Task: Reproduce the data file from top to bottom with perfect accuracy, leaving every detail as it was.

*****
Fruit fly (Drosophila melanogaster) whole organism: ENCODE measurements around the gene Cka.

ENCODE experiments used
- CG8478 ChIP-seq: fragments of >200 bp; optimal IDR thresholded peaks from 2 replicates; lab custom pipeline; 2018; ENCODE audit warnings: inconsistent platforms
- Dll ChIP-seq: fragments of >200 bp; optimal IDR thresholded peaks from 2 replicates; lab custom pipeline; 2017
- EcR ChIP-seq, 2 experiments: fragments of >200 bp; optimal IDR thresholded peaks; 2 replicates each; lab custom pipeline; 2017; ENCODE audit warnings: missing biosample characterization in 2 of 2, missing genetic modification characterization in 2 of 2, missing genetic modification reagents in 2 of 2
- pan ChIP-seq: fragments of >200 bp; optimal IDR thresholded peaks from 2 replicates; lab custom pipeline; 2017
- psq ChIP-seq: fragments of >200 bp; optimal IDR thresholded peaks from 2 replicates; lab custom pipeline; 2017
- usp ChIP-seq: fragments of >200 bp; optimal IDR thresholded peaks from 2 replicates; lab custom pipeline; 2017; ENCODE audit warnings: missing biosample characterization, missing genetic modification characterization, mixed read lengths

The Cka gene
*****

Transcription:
Fruit fly (Drosophila melanogaster) whole organism: ENCODE measurements around the gene Cka.

ENCODE experiments used
- CG8478 ChIP-seq: fragments of >200 bp; optimal IDR thresholded peaks from 2 replicates; lab custom pipeline; 2018; ENCODE audit warnings: inconsistent platforms
- Dll ChIP-seq: fragments of >200 bp; optimal IDR thresholded peaks from 2 replicates; lab custom pipeline; 2017
- EcR ChIP-seq, 2 experiments: fragments of >200 bp; optimal IDR thresholded peaks; 2 replicates each; lab custom pipeline; 2017; ENCODE audit warnings: missing biosample characterization in 2 of 2, missing genetic modification characterization in 2 of 2, missing genetic modification reagents in 2 of 2
- pan ChIP-seq: fragments of >200 bp; optimal IDR thresholded peaks from 2 replicates; lab custom pipeline; 2017
- psq ChIP-seq: fragments of >200 bp; optimal IDR thresholded peaks from 2 replicates; lab custom pipeline; 2017
- usp ChIP-seq: fragments of >200 bp; optimal IDR thresholded peaks from 2 replicates; lab custom pipeline; 2017; ENCODE audit warnings: missing biosample characterization, missing genetic modification characterization, mixed read lengths

The Cka gene